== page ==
Wednesday, February 13, 2008

Batman Begins

Nolan couldn't have been a better choice to take the director's seat, and while Bale has a strong resemblance to West, their Batmans are completely different. After eight years of silence, the Batman reemerges with a most appropriate reboot which explains the whole history of how Bruce Wayne became Batman. Nolan makes both Burton and Schumacher look like Ed Wood — most impressive of all is that, while technology has improved tremendously since 1997's flop "Batman & Robin", "Begins" chooses to take little advantage of it. A-list actors are casted as supporting characters, with Michael Cane as Alfred, and a calm Gary Oldman (that's a first!) as Gordon; among others like Liam Neeson, Katie Holmes and Morgan Freeman. Tom Wilkinson, Rutger Hauer, Ken Watanabe and Colin McFarlane are also so wonderful in their minor roles. Cillian Murphy modestly appears as The Scarecrow, which one can say is a bit underused as a well-known villain, but it actually makes it all the more realistic. Perhaps the older series should have considered using major stars as supporting characters, not villains. This film proves that superheroism isn't impossible — you just have to be a billionaire. Nolan's uncle, John Nolan, plays Fredericks.

Wednesday, February 6, 2008

Batman Forever

The third film in the Batman film series has Joel Schumacher, Val Kilmer and Tommy Lee Jones replacing Tim Burton, Michael Keaton and Billy Dee Williams. Robin (O'Donnell) is introduced, which either greatly pleased or greatly disappointed fans. "Forever" gets the silver medal of the series, being significantly better than "Returns". Unlike "Returns", "Forever" seems to know it's place. Schumacher was able to capture a mood different than the previous two, strikingly similar to both the Adam West show and "Batman: The Animated Series". "Forever" was also able to better-develop more characters in a shorter story than "Returns".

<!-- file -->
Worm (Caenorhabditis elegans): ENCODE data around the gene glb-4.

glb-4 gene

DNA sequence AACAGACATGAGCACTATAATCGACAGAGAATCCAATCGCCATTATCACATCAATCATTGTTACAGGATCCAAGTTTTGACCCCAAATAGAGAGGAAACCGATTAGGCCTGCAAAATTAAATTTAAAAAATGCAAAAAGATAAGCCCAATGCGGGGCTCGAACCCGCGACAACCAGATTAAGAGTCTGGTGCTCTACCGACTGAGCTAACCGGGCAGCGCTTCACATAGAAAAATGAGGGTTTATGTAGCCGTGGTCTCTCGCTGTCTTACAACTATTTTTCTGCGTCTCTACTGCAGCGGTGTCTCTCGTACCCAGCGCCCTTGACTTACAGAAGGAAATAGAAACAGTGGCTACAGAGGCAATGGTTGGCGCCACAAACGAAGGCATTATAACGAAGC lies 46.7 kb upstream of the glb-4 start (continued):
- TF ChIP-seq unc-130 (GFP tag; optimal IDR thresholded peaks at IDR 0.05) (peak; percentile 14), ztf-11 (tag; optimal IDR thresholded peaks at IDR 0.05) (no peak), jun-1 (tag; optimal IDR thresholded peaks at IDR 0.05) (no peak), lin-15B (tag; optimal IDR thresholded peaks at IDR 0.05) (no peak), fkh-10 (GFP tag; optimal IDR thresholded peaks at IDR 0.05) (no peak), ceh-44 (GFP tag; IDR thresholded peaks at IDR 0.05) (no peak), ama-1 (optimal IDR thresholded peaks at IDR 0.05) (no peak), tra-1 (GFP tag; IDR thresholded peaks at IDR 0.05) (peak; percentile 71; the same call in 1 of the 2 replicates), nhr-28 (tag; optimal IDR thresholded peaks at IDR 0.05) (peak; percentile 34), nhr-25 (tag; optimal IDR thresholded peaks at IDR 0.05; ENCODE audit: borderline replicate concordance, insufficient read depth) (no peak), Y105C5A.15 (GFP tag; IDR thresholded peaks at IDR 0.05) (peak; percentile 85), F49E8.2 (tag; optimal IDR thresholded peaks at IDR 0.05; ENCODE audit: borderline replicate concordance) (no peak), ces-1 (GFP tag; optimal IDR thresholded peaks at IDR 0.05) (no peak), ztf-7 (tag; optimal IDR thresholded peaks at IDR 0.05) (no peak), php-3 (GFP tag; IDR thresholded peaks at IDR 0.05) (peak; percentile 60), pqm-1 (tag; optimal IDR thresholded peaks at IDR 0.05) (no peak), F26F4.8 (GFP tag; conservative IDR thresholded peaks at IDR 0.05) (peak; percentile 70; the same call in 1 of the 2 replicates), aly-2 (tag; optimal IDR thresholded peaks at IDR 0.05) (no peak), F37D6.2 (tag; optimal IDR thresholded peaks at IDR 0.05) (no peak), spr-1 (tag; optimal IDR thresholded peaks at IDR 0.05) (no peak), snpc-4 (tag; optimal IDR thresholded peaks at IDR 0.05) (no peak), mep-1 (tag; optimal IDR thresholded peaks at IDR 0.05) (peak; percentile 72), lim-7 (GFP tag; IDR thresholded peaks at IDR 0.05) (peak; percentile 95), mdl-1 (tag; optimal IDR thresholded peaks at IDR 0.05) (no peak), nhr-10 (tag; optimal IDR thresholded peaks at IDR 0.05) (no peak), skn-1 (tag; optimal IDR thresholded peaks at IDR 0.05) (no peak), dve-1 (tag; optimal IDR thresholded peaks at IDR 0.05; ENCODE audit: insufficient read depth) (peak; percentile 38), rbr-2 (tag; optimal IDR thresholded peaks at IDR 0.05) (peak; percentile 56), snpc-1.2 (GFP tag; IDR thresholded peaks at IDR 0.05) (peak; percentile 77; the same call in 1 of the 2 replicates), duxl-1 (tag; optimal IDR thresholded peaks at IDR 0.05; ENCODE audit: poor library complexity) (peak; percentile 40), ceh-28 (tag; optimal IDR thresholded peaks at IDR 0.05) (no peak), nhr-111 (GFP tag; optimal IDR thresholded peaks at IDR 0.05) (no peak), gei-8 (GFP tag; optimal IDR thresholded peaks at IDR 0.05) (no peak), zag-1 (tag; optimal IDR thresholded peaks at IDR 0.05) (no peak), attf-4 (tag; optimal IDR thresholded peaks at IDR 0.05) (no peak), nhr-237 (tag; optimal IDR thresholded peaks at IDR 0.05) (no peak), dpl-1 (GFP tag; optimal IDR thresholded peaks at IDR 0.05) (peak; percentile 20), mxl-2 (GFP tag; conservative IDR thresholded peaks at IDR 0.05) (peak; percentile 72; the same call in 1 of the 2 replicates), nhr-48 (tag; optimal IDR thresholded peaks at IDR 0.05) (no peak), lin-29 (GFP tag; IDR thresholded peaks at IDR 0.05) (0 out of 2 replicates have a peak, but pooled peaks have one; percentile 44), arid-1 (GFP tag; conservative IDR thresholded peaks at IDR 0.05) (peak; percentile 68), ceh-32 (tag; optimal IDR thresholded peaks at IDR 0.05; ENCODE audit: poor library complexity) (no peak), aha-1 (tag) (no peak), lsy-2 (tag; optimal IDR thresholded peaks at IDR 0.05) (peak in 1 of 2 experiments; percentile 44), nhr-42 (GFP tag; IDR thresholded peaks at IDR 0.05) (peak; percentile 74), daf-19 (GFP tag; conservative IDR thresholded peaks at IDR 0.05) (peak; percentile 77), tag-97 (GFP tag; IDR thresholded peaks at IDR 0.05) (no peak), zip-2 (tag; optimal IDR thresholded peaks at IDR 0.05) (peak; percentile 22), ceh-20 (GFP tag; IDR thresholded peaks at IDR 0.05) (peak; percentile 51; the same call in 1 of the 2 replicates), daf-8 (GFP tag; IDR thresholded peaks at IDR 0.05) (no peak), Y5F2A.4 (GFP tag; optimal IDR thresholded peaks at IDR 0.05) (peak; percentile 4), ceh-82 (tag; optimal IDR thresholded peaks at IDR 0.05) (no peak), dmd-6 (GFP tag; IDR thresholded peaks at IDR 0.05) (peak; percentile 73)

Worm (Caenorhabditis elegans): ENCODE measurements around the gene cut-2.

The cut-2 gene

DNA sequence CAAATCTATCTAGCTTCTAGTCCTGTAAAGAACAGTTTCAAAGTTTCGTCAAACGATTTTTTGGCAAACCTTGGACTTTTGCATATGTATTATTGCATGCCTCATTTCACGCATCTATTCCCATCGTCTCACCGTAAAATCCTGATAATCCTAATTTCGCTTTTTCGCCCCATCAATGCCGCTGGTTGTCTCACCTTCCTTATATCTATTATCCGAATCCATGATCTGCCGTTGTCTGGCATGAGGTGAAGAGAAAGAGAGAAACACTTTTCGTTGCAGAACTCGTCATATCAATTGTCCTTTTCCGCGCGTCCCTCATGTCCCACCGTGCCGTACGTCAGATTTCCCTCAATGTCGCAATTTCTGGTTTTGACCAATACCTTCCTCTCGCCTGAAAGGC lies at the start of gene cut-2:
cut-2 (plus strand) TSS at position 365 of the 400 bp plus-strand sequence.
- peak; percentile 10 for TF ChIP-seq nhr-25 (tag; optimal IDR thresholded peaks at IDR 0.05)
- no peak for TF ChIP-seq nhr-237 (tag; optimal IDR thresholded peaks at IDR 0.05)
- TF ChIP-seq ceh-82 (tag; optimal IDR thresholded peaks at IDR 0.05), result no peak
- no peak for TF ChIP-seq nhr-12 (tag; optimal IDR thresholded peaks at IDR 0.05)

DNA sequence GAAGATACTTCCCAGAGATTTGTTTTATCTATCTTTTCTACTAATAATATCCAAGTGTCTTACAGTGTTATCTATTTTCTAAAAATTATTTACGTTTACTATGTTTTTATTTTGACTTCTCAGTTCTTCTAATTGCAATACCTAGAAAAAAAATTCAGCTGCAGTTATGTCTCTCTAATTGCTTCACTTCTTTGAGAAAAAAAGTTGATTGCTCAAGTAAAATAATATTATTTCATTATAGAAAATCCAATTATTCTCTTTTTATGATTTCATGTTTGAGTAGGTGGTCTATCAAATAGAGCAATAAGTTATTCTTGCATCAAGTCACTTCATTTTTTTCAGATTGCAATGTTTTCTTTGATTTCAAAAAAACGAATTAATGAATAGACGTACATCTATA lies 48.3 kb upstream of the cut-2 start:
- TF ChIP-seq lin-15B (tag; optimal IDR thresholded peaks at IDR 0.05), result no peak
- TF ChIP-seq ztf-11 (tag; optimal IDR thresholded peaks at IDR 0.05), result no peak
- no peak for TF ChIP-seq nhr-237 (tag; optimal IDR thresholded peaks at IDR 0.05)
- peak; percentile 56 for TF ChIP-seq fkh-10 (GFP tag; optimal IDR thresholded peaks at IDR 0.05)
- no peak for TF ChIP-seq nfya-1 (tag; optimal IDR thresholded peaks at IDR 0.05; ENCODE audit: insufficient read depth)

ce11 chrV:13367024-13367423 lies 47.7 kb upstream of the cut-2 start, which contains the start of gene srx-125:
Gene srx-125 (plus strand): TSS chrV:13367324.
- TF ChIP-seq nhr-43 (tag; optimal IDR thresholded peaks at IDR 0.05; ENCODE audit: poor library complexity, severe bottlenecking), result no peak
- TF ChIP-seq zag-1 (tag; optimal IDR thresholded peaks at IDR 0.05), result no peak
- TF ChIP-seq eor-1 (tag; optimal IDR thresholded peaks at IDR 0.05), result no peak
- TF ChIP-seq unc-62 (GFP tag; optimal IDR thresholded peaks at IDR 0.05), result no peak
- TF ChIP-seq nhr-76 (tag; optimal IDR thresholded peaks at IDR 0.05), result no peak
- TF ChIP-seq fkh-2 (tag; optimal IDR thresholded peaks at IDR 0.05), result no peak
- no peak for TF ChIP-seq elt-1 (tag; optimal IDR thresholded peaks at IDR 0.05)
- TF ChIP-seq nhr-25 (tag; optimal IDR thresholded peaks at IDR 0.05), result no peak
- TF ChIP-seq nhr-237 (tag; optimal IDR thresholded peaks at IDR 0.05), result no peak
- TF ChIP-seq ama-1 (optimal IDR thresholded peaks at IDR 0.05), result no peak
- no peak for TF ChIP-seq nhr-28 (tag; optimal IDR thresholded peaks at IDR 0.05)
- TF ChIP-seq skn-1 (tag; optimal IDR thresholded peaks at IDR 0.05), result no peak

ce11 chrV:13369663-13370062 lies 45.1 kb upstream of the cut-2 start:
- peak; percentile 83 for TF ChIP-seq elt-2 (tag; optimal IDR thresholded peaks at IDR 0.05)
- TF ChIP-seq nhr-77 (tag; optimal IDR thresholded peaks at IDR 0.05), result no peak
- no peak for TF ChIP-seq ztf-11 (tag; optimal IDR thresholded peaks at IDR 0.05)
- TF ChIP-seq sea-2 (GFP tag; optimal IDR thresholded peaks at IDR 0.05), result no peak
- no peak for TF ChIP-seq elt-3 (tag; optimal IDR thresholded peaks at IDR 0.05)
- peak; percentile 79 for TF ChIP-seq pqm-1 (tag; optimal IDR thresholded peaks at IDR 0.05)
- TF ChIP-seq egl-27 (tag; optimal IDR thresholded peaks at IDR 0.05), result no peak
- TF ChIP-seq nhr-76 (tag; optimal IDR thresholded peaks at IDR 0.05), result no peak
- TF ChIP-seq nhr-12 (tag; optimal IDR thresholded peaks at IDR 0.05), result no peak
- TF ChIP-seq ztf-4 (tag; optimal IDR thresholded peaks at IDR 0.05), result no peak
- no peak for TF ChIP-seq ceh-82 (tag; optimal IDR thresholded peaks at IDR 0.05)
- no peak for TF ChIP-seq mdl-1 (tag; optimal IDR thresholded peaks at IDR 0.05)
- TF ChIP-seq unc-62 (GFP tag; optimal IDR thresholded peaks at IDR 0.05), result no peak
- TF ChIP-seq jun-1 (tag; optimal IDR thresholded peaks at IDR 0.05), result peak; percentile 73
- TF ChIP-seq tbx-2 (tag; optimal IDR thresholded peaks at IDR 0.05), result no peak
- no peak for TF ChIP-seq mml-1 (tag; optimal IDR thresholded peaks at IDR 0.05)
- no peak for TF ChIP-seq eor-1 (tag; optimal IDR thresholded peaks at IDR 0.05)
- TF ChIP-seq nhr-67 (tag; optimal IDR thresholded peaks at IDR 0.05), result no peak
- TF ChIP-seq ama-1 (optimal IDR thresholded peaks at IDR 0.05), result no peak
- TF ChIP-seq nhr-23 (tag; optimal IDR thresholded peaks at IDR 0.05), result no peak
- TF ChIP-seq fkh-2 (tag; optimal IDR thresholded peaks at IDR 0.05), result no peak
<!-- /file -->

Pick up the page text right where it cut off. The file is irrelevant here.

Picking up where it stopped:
Sunday, January 13, 2008


While the acting was terrific and the story was very intriguing, there was so much more that could've been done with this film. As the movie unraveled, I began to realize that this is a no more than a typical story about a rebellious teenage girl. Wonderful character development, but it led nowhere. Perhaps one can argue that this movie can be made as a lesson, but it feels more like a pity-this-young-curios-girl story. When will teenagers begin to take advise from adults and realize that they are no more special than the people from the previous generation? The teenagers in this film didn't, and the outcome was unintentionally too satisfying.

Sunday, January 6, 2008


*** This review may contain spoilers ***
In a world where Batman was most popularly known as "Adam West in a costume", Tim Burton came along and made possibly the greatest Batman movie for it's time. Anybody who compares this to Christopher Nolan's 2005 masterpiece "Batman Begins" just doesn't appreciate what Batman really is… a superhero whose genre changes from series to series. He's always been a comic book hero since his first appearance in May 1939. But starting in 1968, Batman had a cultural impact with a campy television series that was generally well-liked, running two years with pretty consistent reception from both critics and audiences. And for twenty-one years, that's how the world viewed Batman -- Adam West assisted by Robin in whacky adventures, ranging from a surf-contest with The Joker to jellied-water in Gotham City's pipeline.